Tom, you have to remember that the brakes are NOT integrated on some trikes like they are on a 2 wheeler. When you pull in the handle on a trike, you are using BOTH calipers and rotors on the front wheel, not just one. Therefore you get much more braking with less effort in the front. Plus you now have two rotors in the back versus just one like the 2 wheeler. Most of my braking is done with the rear brakes with front brakes providing the fine control. IMHO.KA7W said:Also, experimenting with the brakes in corners, felt like if I used to much front brake it might tilt over to the out side, and with the rear brake it felt pretty good and pulled it down well.
Tom in Aztec 8)
KA7W said:In some of the corners, It required a lot of pressure on the handle bars to hold it in the turn, and it almost felt like the inside rear was lifting a bit and the front tire was sliding outside a bit.
Tom in Aztec 8)
Boy, you are right when you say it takes very little pressure to move it going straight. First time out, I leaned forward to take a sip outta my Butler Cup, which changed my weight distribution on the handlebars, and darn near shot all the way across the hwy b/4 I knew it. But that has corrected itself. WHEREVER you point that front tire, that unit is coming after you. A little unsettling at first. I think the trike is more responsive than 2 wheels. I think also, that's what gives you the feeling of being on a rail when you take the curves. The wheelbase is so short, the rear end comes right on around.KA7W said:David523
The bike DOES have the EZ steer, 4.5 deg kit. But I was going around a very tight curve at about 1.7 times the recommended speed. (I go twice recommended on that curve on two wheels)... It just required a lot of force, maybe 40 pounds or so of push to get around it. Had both knees smashing up against the bike and leaned forward and into the curve.
That bike really wants to go straight down the road, and it takes very little pressure to make small movements, but the really fast twisties it does take a LOT of pressure to make it stick to the road.
Hey dozerman, you may be old, but some of us like to think we are still young and the trike lets us ride like it. BTW, we'll be riding the Dragon again this week. This will be out 5th time to the Smokies this year to ride all those scenic curves. Don't get in our way 'cause we are coming thru... :yes:dozerman said:... we did that when we were young...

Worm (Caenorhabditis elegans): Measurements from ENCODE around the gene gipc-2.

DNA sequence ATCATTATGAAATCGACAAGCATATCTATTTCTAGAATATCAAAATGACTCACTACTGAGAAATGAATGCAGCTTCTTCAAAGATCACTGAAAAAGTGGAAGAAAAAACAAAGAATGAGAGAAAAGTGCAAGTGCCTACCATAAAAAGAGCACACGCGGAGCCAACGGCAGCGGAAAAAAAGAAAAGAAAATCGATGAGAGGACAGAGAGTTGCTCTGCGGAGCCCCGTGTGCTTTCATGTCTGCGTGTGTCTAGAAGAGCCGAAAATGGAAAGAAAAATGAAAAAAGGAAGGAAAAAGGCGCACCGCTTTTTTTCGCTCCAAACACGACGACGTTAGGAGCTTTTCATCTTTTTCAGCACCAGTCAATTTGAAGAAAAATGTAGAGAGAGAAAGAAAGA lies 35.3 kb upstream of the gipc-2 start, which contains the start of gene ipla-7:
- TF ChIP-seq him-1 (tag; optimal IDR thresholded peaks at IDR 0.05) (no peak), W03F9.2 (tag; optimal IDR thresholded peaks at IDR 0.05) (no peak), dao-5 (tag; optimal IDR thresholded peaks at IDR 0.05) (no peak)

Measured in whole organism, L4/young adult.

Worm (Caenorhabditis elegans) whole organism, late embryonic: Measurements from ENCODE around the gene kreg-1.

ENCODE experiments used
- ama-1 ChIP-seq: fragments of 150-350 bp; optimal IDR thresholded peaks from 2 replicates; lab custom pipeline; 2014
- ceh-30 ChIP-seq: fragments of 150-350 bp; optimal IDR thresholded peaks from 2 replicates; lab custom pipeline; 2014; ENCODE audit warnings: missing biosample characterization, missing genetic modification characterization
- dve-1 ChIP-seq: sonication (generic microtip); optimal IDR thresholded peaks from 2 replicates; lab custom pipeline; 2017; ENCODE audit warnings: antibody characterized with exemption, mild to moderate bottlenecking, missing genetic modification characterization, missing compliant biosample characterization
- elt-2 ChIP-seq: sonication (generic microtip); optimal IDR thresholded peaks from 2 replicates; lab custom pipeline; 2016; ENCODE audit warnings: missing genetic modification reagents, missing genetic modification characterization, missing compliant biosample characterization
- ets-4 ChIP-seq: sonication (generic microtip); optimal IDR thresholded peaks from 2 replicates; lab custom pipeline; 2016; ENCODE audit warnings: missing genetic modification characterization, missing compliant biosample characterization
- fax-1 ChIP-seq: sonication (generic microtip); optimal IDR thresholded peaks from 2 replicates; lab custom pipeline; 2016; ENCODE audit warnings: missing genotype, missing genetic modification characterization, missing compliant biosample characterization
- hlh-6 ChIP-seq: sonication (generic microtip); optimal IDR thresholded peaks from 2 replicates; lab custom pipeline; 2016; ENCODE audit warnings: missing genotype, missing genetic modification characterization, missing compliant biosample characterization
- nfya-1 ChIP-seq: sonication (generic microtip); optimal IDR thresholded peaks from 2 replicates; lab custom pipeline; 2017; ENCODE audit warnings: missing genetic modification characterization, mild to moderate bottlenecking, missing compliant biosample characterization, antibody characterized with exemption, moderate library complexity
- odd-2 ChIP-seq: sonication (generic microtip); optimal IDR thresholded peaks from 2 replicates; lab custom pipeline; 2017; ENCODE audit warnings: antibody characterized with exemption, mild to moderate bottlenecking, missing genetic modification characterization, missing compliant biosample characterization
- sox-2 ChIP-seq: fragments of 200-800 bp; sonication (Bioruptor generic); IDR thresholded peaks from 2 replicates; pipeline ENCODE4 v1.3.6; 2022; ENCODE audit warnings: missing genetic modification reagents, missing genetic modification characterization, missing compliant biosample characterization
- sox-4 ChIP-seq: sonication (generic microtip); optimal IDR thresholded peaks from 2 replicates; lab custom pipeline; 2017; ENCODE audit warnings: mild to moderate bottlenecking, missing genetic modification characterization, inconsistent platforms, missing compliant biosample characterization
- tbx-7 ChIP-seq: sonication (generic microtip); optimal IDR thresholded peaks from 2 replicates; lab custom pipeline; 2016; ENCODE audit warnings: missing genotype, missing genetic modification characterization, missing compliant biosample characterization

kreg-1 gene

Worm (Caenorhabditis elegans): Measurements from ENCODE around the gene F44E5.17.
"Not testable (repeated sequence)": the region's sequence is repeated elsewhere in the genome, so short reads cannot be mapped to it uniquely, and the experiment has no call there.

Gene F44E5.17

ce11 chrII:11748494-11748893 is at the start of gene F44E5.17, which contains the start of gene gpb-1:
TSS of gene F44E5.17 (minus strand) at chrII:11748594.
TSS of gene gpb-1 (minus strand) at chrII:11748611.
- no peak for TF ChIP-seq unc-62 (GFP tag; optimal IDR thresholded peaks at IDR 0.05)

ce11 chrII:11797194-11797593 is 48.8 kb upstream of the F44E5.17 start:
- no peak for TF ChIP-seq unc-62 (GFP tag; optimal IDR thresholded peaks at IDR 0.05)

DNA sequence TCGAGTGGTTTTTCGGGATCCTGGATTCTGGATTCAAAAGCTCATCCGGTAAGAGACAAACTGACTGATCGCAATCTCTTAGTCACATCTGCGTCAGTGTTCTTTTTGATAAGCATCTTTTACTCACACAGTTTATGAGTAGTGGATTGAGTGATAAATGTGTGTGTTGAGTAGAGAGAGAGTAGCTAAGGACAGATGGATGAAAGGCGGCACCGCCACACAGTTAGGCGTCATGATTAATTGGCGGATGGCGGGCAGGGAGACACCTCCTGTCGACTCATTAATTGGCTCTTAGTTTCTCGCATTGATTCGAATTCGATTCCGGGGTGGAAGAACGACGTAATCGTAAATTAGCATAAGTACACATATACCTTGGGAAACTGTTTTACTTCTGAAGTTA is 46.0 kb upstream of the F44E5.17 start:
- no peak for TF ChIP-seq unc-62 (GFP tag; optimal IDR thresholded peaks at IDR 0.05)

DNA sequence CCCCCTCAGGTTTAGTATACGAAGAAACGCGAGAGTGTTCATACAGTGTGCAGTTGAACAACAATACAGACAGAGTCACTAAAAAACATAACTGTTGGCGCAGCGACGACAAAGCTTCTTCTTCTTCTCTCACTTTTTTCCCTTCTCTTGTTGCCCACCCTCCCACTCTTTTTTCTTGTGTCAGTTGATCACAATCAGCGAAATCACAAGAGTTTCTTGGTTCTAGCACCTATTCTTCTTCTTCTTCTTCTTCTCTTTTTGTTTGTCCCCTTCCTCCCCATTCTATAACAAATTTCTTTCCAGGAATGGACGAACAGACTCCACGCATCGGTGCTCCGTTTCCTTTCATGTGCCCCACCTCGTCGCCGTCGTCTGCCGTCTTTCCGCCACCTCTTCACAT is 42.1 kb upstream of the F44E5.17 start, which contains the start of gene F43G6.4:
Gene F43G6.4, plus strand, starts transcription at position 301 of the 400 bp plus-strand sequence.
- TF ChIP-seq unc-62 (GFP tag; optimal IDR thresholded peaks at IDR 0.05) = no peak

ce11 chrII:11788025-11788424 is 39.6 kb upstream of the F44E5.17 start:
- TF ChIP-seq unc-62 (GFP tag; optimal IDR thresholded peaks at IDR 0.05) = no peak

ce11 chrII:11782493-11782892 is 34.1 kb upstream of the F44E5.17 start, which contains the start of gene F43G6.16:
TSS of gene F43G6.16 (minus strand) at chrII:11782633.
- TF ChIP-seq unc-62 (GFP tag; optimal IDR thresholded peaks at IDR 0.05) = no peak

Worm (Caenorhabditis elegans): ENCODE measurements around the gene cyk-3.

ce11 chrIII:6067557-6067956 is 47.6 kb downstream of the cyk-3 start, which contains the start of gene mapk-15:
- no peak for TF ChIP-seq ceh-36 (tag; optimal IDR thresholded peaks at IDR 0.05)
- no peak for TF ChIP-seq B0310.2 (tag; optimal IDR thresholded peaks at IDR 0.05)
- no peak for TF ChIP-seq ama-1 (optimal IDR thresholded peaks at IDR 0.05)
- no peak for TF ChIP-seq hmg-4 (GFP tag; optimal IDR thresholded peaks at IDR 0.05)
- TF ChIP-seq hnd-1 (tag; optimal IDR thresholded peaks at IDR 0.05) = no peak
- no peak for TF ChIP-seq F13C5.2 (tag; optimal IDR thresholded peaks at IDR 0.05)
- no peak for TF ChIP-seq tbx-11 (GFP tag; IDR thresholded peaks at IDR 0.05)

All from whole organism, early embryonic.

"..14 year old kid".. Dozer that is the best compliment I have had since I discovered Viagra. Wait til I tell my wife :lol: :lol: :lol:dozerman said:You all sound like a bunch 14 year kids trying to out run the other one on a ATV.In the last 32 years my wife and I have rode every road in a 500 mile radius.we never got our trike to see how fast we could go around a curve.wedid that when we were young on a motorcycle. we rode home from a GWRRA meeting last night 65 miles the moon was shining bright we could see the stars. the cattle. in the field. not a single deer really was enjoyable. that trike ridding.
Here is a picture of Ken on my trike. Look at that grin. Kinda looks like a kid, doesn't he??? He has a gray trike and unfortunately I don't have a picture of him burning rubber leaving my driveway. Don't call Ken an old man.WhiskeryGoofy said:"..14 year old kid".. Dozer that is the best compliment I have had since I discovered Viagra. Wait til I tell my wife :lol: :lol: :lol:
:yes: :yes: :yes:To quote the owner of our local Honda dealership said:You guys are like a bunch of kids on those trikes.
Thanks Don,that sure is a good picture of me.beastie said:Here is a picture of Ken on my trike. Look at that grin. Kinda looks like a kid, doesn't he??? He has a gray trike and unfortunately I don't have a picture of him burning rubber leaving my driveway. Don't call Ken an old man.
AND - don't try to keep up with him in the twisties either. Not that you could!!!
I tries the "stand on the pegs method....and I got to endorse it....pmsteve said:One tip he gave me was to place my weight on the footpegs rather than gripping the bike with my knees in the curves. This allows you to shift your weight quicker and places your weight down lower than when you have your butt glued to the seat. Leaning forward and into the corners really helped while placing more weight on the inside peg. This allowed me to corner much faster than when I was sitting static on the saddle. It seemed much more secure, too.